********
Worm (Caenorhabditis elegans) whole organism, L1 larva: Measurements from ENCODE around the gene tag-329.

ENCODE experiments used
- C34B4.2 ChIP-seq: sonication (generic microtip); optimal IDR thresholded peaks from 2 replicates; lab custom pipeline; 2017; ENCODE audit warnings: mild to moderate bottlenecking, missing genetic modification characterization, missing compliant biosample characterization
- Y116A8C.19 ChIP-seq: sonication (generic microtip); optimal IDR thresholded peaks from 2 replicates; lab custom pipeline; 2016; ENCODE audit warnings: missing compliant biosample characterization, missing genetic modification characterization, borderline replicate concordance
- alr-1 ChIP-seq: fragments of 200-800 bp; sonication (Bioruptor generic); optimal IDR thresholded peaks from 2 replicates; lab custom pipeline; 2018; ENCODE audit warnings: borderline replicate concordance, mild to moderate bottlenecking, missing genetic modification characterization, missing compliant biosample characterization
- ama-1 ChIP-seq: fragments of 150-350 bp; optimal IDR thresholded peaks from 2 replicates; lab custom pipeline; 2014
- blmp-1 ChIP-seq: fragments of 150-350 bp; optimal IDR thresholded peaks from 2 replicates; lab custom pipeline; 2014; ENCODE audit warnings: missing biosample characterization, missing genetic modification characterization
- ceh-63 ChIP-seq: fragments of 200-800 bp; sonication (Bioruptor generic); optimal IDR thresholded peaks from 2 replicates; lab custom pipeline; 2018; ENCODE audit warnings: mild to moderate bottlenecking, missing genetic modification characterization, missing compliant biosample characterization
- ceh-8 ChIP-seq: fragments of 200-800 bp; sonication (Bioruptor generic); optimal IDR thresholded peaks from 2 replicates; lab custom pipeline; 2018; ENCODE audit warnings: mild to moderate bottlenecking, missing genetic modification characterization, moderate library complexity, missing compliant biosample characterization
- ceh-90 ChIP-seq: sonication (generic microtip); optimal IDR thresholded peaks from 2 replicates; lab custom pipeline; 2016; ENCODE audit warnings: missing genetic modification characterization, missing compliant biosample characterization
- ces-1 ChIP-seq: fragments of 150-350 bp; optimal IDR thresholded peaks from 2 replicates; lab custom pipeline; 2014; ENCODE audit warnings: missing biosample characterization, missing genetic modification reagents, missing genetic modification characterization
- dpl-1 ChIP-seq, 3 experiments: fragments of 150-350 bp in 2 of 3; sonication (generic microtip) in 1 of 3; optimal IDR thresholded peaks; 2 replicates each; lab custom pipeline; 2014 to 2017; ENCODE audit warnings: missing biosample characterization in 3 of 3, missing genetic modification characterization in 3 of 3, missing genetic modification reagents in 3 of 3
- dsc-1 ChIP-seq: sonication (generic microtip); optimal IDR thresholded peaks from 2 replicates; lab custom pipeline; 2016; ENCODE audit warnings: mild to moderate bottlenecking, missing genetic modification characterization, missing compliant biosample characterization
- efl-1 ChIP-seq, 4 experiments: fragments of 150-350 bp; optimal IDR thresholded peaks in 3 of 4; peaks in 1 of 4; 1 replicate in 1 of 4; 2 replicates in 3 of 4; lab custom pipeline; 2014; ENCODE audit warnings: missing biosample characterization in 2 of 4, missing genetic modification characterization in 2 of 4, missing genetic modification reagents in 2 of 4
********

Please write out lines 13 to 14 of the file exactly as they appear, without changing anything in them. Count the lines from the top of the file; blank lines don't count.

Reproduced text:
- dsc-1 ChIP-seq: sonication (generic microtip); optimal IDR thresholded peaks from 2 replicates; lab custom pipeline; 2016; ENCODE audit warnings: mild to moderate bottlenecking, missing genetic modification characterization, missing compliant biosample characterization
- efl-1 ChIP-seq, 4 experiments: fragments of 150-350 bp; optimal IDR thresholded peaks in 3 of 4; peaks in 1 of 4; 1 replicate in 1 of 4; 2 replicates in 3 of 4; lab custom pipeline; 2014; ENCODE audit warnings: missing biosample characterization in 2 of 4, missing genetic modification characterization in 2 of 4, missing genetic modification reagents in 2 of 4